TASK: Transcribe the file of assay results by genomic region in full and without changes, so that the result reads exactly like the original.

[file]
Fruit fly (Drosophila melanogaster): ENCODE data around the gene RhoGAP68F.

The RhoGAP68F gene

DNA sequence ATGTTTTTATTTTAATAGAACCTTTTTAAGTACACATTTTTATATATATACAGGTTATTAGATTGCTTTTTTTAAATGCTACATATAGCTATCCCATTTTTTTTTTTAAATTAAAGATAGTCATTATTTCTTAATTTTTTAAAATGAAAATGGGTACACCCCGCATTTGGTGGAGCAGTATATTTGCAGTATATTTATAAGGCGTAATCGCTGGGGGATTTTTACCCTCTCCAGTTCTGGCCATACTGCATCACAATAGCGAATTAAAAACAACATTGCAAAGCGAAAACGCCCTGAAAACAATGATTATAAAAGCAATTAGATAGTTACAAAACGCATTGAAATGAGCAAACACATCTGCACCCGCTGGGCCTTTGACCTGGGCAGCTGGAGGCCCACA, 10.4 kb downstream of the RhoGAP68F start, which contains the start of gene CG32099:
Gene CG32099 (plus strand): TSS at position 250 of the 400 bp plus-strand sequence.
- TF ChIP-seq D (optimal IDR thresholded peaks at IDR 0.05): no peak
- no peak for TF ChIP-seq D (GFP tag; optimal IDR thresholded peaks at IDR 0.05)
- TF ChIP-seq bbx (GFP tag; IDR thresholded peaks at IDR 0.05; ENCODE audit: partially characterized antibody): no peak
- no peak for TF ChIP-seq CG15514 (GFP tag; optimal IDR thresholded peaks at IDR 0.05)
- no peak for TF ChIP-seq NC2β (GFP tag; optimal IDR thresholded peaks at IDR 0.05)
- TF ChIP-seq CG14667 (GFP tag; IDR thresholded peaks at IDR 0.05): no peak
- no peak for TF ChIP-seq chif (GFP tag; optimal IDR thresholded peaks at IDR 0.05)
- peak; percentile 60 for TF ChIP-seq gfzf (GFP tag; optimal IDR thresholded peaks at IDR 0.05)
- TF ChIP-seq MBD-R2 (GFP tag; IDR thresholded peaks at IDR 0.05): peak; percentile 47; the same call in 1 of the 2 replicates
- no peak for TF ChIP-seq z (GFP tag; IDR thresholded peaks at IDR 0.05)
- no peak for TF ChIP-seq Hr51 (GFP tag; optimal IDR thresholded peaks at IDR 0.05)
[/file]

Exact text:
Fruit fly (Drosophila melanogaster): ENCODE data around the gene RhoGAP68F.

The RhoGAP68F gene

DNA sequence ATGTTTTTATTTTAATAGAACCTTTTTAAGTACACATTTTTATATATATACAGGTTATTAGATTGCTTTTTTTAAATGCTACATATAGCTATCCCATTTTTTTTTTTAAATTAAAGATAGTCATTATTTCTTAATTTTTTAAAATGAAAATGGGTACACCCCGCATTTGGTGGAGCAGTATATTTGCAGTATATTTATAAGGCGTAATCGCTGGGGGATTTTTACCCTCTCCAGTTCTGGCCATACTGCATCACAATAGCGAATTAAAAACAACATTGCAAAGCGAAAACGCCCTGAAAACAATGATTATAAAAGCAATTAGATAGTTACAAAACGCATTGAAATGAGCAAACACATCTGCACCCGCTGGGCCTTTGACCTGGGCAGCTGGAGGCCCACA, 10.4 kb downstream of the RhoGAP68F start, which contains the start of gene CG32099:
Gene CG32099 (plus strand): TSS at position 250 of the 400 bp plus-strand sequence.
- TF ChIP-seq D (optimal IDR thresholded peaks at IDR 0.05): no peak
- no peak for TF ChIP-seq D (GFP tag; optimal IDR thresholded peaks at IDR 0.05)
- TF ChIP-seq bbx (GFP tag; IDR thresholded peaks at IDR 0.05; ENCODE audit: partially characterized antibody): no peak
- no peak for TF ChIP-seq CG15514 (GFP tag; optimal IDR thresholded peaks at IDR 0.05)
- no peak for TF ChIP-seq NC2β (GFP tag; optimal IDR thresholded peaks at IDR 0.05)
- TF ChIP-seq CG14667 (GFP tag; IDR thresholded peaks at IDR 0.05): no peak
- no peak for TF ChIP-seq chif (GFP tag; optimal IDR thresholded peaks at IDR 0.05)
- peak; percentile 60 for TF ChIP-seq gfzf (GFP tag; optimal IDR thresholded peaks at IDR 0.05)
- TF ChIP-seq MBD-R2 (GFP tag; IDR thresholded peaks at IDR 0.05): peak; percentile 47; the same call in 1 of the 2 replicates
- no peak for TF ChIP-seq z (GFP tag; IDR thresholded peaks at IDR 0.05)
- no peak for TF ChIP-seq Hr51 (GFP tag; optimal IDR thresholded peaks at IDR 0.05)